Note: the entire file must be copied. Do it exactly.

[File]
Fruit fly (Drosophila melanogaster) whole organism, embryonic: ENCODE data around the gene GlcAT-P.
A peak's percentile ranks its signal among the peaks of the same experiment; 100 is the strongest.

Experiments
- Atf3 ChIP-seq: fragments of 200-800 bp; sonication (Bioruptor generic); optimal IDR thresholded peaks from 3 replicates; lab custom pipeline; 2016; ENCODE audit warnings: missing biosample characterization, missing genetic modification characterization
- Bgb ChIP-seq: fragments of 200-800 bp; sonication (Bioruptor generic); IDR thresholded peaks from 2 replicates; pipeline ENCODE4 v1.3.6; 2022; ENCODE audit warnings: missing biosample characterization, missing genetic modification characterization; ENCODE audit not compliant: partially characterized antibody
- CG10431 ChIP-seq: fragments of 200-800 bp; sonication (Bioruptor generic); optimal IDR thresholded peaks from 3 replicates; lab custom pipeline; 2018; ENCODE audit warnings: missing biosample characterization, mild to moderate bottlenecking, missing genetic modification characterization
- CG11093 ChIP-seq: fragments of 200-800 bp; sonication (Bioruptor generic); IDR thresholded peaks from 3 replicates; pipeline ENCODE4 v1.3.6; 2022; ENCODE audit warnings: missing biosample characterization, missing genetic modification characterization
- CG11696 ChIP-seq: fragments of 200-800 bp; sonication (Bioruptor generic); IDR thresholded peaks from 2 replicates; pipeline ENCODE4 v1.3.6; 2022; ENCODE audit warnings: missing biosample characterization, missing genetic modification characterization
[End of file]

Fruit fly (Drosophila melanogaster) whole organism, embryonic: ENCODE data around the gene GlcAT-P.
A peak's percentile ranks its signal among the peaks of the same experiment; 100 is the strongest.

Experiments
- Atf3 ChIP-seq: fragments of 200-800 bp; sonication (Bioruptor generic); optimal IDR thresholded peaks from 3 replicates; lab custom pipeline; 2016; ENCODE audit warnings: missing biosample characterization, missing genetic modification characterization
- Bgb ChIP-seq: fragments of 200-800 bp; sonication (Bioruptor generic); IDR thresholded peaks from 2 replicates; pipeline ENCODE4 v1.3.6; 2022; ENCODE audit warnings: missing biosample characterization, missing genetic modification characterization; ENCODE audit not compliant: partially characterized antibody
- CG10431 ChIP-seq: fragments of 200-800 bp; sonication (Bioruptor generic); optimal IDR thresholded peaks from 3 replicates; lab custom pipeline; 2018; ENCODE audit warnings: missing biosample characterization, mild to moderate bottlenecking, missing genetic modification characterization
- CG11093 ChIP-seq: fragments of 200-800 bp; sonication (Bioruptor generic); IDR thresholded peaks from 3 replicates; pipeline ENCODE4 v1.3.6; 2022; ENCODE audit warnings: missing biosample characterization, missing genetic modification characterization
- CG11696 ChIP-seq: fragments of 200-800 bp; sonication (Bioruptor generic); IDR thresholded peaks from 2 replicates; pipeline ENCODE4 v1.3.6; 2022; ENCODE audit warnings: missing biosample characterization, missing genetic modification characterization